And then the COVID-19 pandemic hit us unprepared and with the force of a punch right in the face. Not us as a company, but us as a society. It has since become clear that the outlook will remain unpredictable for some time to come. This is not primarily coronavirus-related but the result of a disproportionate lockdown anesthetization of all socio-economic life in many places. As with any “medication,” the long-term side effects and resulting damage from this worsen as the dosage increases.
Similarly to machinery and cars, reliability and predictability are considered virtues in human typology, while unreliability and unpredictability are perceived as flaws – in both the private sphere and companies: for example, with suppliers, clients, or even debtors. People like to know where they stand – the former VW slogan in Germany “Da weiss man, was man hat” (“you know what you’ve got”) still sounds mainly positive today, and perhaps a little boring only in exceptional cases...
For more than a year now, the experience of how microscopic pathogens could throw the most powerful political decision-makers off course, which was unimaginable until recently, has had and continues to have a correspondingly stressful, even shocking effect. Angered by alarms in the media and under pressure from supposed experts, many have followed the principle of trial and error, i.e.: ordering more and more disproportionate measures in the dark, resulting in increasingly unpredictable collateral damage for some of those affected. And Big Government sends its regards: The – on balance – vigorously increased tendency toward greater state intervention including typical hallmarks of a planned economy, will probably be difficult to reverse even after the hoped-for abatement of the pandemic.
Conversely, from an economic and financial market perspective, the mainstream principles of monetary policy have shifted in a diametrically opposed direction. In the past, monetary policymakers were and had or wanted to be perceived as unpredictable. No central bank governor would ever have committed in advance to sticking to a particular interest rate regime for any length of time, with the – old-school – understandable reasoning of always setting the future monetary course based on the interim performance of the economy. In modern times (which did not begin yesterday), the opposite is true: Today’s economic players are reliably guaranteed to stick to an ultra-expansive course – with no ifs, ands, or buts, and thus no expiry date. What appears all the more unpredictable despite the predictable “forward guidance” is the new premise that the phenomenon of inflation can never emerge again...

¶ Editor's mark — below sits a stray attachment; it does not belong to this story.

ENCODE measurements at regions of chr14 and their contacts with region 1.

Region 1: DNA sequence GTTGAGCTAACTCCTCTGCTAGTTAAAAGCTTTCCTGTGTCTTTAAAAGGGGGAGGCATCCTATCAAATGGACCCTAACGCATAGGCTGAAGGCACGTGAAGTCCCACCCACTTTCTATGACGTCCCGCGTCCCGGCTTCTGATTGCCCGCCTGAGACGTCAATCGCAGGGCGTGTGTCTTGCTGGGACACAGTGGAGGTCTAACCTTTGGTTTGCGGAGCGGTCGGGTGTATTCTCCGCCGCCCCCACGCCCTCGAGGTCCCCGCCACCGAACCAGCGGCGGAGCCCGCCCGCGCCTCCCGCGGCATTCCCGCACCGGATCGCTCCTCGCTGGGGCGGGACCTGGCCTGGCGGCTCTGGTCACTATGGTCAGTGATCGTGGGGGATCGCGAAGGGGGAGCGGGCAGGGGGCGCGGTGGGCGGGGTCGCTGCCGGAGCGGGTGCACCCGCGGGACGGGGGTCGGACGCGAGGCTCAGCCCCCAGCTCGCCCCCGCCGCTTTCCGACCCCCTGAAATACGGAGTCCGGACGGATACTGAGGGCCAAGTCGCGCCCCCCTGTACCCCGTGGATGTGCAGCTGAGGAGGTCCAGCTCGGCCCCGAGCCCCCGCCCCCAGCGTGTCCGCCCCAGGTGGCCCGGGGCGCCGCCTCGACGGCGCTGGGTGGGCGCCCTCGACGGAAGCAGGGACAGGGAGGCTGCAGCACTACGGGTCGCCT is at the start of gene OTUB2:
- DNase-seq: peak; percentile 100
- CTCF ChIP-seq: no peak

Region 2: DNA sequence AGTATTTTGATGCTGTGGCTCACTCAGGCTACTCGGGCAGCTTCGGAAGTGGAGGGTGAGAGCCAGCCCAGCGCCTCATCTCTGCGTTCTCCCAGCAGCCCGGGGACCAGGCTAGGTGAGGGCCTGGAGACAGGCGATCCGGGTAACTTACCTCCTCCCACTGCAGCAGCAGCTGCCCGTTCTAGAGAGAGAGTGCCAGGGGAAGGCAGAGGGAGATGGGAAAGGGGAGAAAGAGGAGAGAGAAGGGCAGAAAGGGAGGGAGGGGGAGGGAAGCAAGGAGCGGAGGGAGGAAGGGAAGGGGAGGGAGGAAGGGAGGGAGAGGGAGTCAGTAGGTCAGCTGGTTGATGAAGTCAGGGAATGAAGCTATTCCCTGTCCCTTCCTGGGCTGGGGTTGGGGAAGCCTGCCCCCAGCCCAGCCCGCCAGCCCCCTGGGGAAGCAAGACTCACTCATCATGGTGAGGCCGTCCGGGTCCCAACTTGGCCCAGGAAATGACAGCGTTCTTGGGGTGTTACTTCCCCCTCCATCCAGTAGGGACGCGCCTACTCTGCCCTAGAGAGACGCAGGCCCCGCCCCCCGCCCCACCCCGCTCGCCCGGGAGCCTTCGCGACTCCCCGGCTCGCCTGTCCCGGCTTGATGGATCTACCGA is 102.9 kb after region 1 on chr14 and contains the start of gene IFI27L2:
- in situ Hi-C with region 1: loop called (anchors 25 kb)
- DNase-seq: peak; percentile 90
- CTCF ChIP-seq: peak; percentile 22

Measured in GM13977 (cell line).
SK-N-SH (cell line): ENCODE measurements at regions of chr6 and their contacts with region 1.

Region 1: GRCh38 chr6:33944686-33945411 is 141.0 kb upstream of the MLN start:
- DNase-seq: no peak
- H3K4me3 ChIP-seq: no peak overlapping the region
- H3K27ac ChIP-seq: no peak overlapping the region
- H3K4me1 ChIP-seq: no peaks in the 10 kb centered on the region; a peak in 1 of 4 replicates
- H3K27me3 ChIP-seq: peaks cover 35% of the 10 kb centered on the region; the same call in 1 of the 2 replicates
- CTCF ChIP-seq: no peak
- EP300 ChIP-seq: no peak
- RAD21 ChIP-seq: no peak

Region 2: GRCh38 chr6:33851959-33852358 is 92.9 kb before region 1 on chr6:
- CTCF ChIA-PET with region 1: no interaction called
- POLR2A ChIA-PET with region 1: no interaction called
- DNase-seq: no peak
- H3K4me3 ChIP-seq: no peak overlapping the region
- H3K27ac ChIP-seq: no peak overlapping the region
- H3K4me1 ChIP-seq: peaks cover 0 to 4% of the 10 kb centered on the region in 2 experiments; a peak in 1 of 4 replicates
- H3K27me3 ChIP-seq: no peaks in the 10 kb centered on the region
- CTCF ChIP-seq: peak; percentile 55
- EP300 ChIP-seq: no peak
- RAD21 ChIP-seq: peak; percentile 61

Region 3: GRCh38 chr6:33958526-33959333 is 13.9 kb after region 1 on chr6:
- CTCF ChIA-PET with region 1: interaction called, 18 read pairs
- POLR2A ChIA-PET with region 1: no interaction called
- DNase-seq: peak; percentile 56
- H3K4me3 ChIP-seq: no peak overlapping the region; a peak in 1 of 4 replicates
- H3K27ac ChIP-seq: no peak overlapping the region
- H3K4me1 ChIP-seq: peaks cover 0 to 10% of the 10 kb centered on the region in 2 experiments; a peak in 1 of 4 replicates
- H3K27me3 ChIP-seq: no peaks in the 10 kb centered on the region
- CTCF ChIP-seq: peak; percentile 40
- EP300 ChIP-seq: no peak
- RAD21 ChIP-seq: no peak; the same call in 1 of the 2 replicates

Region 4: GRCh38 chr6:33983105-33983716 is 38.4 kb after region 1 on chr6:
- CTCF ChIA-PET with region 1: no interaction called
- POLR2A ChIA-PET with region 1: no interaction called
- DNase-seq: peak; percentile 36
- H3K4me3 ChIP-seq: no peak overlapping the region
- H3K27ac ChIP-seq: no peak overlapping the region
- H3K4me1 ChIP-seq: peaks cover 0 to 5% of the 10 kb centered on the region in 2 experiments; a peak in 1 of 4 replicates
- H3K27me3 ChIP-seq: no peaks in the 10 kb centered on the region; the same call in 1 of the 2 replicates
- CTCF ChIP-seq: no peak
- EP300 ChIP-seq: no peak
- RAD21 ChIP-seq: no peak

In times when many – for some, too many – changes lie ahead, people appreciate certain constants all the more. LGT Capital Partners has been managing the Princely Strategy, our flagship portfolio of traditional and alternative assets, for 22 years with an almost unchanged investment team over the long term, globally diversified, and with disciplined risk management. In our strategic asset allocation, we use the scenario approach to systematically address very different future paths – both positive and negative – and their influence on financial markets, with the aim of creating a largely robust portfolio. And we have been explicitly incorporating behavioral finance findings into our tactical investment processes since the launch of our product.
We cannot and do not want to unleash a torrent of enthusiasm with this. Our tried and tested approach over more than 20 years, and therefore also over several economic and stock market cycles, aims instead to ensure continued sustainable growth, and in doing so vouch reliability which, although it cannot promise exact predictability ex ante, never exhibits traits of unpredictability.
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